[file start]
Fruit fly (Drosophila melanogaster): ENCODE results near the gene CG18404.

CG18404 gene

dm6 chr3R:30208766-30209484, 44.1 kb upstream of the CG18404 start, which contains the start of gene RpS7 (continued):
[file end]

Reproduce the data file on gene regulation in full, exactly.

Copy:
Fruit fly (Drosophila melanogaster): ENCODE results near the gene CG18404.

CG18404 gene

dm6 chr3R:30208766-30209484, 44.1 kb upstream of the CG18404 start, which contains the start of gene RpS7 (continued):